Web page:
- Human rights groups hail the African Union for its adoption of the Protocol on the Rights of Women as a "positive step towards combating discrimination and violence against women." African governments are now obliged to amend their constitutions or laws to stop all discrimination.
Adopted on 11 July, at the second summit of the African Union (AU) in Maputo, Mozambique, the Protocol, among others, requires African governments to eliminate all forms of discrimination and violence against women in Africa and to promote equality between women and men.
The human rights group Amnesty International today hailed this as "a significant step in the efforts to promote and ensure respect for the rights of African women."
The Protocol also commits African governments - if they have not already done so - to include in their national constitutions and other legislative instruments these fundamental principles and ensure their effective implementation.
In addition, it obligates them to integrate a gender perspective in their policy decisions, legislation, development plans, and activities, and to ensure the overall well-being of women. The Protocol will enter into force after fifteen states have ratified.
The Protocol is to complement the African Charter on Human and Peoples' Rights in ensuring the promotion and protection of the human rights of women in Africa.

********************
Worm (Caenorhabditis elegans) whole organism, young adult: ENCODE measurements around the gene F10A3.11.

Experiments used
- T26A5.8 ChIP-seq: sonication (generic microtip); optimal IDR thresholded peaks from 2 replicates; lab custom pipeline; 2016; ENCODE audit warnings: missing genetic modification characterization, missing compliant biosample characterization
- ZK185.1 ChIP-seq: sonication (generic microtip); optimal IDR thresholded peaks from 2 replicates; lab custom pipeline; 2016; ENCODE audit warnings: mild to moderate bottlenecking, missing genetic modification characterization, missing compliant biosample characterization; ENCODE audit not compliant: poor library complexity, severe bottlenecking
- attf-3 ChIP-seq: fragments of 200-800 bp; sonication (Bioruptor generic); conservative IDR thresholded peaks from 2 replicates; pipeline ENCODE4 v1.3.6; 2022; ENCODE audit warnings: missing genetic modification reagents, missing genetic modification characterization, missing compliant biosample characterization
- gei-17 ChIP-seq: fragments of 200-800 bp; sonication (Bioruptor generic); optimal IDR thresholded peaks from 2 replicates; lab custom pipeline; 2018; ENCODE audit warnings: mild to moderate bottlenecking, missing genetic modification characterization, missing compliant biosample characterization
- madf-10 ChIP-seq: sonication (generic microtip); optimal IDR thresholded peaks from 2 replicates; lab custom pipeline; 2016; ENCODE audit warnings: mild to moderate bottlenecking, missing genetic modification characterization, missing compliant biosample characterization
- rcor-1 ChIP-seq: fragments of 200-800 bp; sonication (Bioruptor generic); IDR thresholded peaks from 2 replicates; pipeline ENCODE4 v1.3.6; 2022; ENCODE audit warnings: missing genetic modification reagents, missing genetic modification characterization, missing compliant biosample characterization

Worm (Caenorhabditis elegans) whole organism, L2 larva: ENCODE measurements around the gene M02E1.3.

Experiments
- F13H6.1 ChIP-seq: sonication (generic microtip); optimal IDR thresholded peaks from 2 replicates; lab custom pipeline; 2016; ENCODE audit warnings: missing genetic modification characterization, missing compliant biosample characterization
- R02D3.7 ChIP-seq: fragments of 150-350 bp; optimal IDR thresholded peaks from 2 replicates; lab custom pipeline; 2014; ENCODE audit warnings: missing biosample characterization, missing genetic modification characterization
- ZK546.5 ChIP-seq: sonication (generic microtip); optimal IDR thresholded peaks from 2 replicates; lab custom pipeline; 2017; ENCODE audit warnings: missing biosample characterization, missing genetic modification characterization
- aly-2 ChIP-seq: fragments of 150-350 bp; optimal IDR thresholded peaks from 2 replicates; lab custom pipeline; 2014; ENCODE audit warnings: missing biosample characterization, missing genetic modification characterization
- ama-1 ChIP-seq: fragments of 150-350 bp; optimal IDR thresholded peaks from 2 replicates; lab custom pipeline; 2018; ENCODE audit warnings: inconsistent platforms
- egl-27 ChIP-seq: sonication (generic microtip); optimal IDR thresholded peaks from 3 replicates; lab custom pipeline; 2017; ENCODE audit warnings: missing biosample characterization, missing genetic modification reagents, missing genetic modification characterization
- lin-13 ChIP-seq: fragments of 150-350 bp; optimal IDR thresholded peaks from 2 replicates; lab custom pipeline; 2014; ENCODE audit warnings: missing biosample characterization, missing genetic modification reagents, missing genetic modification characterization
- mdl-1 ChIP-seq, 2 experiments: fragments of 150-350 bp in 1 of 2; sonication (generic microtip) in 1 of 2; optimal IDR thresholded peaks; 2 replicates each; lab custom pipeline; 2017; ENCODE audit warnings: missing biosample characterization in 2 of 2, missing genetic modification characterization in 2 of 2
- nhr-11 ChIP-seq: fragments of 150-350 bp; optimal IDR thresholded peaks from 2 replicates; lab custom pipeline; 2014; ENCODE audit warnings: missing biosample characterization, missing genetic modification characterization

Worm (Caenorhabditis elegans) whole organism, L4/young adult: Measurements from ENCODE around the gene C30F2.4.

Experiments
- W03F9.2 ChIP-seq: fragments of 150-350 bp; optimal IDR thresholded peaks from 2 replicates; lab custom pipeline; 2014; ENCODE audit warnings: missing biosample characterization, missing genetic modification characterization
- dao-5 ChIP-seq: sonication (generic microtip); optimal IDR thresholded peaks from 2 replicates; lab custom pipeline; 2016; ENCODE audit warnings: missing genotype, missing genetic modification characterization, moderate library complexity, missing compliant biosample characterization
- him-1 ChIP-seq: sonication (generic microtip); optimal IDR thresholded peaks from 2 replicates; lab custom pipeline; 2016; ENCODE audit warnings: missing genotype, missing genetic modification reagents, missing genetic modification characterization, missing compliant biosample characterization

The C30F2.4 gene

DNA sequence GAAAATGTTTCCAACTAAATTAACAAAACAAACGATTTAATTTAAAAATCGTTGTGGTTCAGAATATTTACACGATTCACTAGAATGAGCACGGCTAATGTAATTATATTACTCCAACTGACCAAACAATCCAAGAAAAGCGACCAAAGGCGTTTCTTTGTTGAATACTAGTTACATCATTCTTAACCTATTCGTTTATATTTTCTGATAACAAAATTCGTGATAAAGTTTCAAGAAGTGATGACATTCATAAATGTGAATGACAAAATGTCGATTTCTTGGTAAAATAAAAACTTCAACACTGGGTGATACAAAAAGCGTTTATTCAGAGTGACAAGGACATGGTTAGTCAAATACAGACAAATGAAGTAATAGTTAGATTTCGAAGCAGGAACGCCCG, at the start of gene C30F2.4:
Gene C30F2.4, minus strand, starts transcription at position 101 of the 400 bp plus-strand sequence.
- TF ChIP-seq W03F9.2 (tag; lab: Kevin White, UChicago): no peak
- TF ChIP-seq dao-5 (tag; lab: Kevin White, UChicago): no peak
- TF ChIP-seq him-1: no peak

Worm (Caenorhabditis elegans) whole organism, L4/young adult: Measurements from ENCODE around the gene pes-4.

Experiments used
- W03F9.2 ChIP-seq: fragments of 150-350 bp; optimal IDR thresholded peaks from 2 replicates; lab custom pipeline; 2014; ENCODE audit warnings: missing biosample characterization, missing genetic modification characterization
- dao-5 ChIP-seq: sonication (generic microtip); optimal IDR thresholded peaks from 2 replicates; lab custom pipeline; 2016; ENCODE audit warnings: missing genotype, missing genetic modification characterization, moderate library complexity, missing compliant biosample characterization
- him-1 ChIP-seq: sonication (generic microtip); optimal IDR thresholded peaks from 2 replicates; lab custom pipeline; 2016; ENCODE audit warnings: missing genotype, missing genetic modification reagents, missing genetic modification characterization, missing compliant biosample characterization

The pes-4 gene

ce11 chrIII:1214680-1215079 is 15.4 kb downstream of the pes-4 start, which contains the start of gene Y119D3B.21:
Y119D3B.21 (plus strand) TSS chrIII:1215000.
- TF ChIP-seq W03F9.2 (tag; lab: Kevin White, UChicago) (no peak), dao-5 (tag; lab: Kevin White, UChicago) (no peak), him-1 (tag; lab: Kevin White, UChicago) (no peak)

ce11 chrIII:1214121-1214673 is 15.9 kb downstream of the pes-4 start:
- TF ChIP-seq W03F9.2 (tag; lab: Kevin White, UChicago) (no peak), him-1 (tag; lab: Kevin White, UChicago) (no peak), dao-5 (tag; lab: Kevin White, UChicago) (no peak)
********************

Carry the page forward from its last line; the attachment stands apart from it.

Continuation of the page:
Its provisions include the right to life, integrity and security of person, right to participation in the political and decision making process, right to inheritance, right to food security and adequate housing, protection of women against harmful traditional practices and protection of women in armed conflict. Others include access of women to justice and equal protection before the law.
When ratified, many African governments thus will be obliged to implement wide ranging reforms, for example when it comes to women's participation in governance. The right to protection against harmful traditional practices will also oblige those governments that still have not prohibited female genital mutilation (FGM) to do so.
The implementation of the Protocol is to be supervised by the African Commission on Human and Peoples' Rights, the body established to monitor compliance of states parties to the African Charter, pending the establishment of the African Court on Human and Peoples' Rights.
Also, states parties to the Protocol commit themselves to indicate in their periodic reports to the African Commission the legislative and other measures undertaken to ensure the full realisation of the rights recognised in the Protocol.
- Now that the Protocol has been adopted, African governments should show their commitment to end discrimination and violence against women by ensuring a speedy and full ratification to pave the way for a prompt entry into force of the instrument, and its effective implementation, Amnesty said in its statement today.
If fully ratified and implemented, the Protocol could become an important framework for ending impunity for all attacks on human rights of women in Africa." We urge all the fifty-three member states of the African Union to pursue the process of ratification within the shortest possible time," the group added.
The first African Union Ministerial Conference in May 2003 in Kigali, Rwanda called upon member states of the AU to take all necessary measures for early adoption, ratification of the Protocol.
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